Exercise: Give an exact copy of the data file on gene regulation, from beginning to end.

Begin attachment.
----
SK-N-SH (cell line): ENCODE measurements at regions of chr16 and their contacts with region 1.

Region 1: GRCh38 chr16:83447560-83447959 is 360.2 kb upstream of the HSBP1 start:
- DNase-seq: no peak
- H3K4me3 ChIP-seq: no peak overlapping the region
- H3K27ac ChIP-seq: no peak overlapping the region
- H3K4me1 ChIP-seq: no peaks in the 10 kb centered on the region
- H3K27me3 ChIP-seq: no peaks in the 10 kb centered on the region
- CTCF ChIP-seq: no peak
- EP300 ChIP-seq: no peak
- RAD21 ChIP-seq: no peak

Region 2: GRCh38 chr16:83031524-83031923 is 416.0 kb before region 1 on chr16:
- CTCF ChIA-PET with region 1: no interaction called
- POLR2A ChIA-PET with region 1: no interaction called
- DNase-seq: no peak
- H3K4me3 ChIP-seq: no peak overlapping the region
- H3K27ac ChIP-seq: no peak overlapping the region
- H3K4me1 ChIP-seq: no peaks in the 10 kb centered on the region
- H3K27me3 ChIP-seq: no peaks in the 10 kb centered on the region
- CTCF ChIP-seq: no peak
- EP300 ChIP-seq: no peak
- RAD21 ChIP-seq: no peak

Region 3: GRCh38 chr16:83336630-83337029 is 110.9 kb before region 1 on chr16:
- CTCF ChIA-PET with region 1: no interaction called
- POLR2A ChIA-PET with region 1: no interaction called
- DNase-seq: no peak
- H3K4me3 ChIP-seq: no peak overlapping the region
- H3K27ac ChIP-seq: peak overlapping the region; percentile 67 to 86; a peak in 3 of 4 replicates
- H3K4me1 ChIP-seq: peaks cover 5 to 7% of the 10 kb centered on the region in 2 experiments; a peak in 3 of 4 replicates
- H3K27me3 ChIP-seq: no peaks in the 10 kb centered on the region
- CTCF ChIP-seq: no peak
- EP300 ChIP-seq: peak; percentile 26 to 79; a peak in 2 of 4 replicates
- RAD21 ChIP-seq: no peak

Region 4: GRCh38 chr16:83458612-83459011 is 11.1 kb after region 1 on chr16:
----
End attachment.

SK-N-SH (cell line): ENCODE measurements at regions of chr16 and their contacts with region 1.

Region 1: GRCh38 chr16:83447560-83447959 is 360.2 kb upstream of the HSBP1 start:
- DNase-seq: no peak
- H3K4me3 ChIP-seq: no peak overlapping the region
- H3K27ac ChIP-seq: no peak overlapping the region
- H3K4me1 ChIP-seq: no peaks in the 10 kb centered on the region
- H3K27me3 ChIP-seq: no peaks in the 10 kb centered on the region
- CTCF ChIP-seq: no peak
- EP300 ChIP-seq: no peak
- RAD21 ChIP-seq: no peak

Region 2: GRCh38 chr16:83031524-83031923 is 416.0 kb before region 1 on chr16:
- CTCF ChIA-PET with region 1: no interaction called
- POLR2A ChIA-PET with region 1: no interaction called
- DNase-seq: no peak
- H3K4me3 ChIP-seq: no peak overlapping the region
- H3K27ac ChIP-seq: no peak overlapping the region
- H3K4me1 ChIP-seq: no peaks in the 10 kb centered on the region
- H3K27me3 ChIP-seq: no peaks in the 10 kb centered on the region
- CTCF ChIP-seq: no peak
- EP300 ChIP-seq: no peak
- RAD21 ChIP-seq: no peak

Region 3: GRCh38 chr16:83336630-83337029 is 110.9 kb before region 1 on chr16:
- CTCF ChIA-PET with region 1: no interaction called
- POLR2A ChIA-PET with region 1: no interaction called
- DNase-seq: no peak
- H3K4me3 ChIP-seq: no peak overlapping the region
- H3K27ac ChIP-seq: peak overlapping the region; percentile 67 to 86; a peak in 3 of 4 replicates
- H3K4me1 ChIP-seq: peaks cover 5 to 7% of the 10 kb centered on the region in 2 experiments; a peak in 3 of 4 replicates
- H3K27me3 ChIP-seq: no peaks in the 10 kb centered on the region
- CTCF ChIP-seq: no peak
- EP300 ChIP-seq: peak; percentile 26 to 79; a peak in 2 of 4 replicates
- RAD21 ChIP-seq: no peak

Region 4: GRCh38 chr16:83458612-83459011 is 11.1 kb after region 1 on chr16: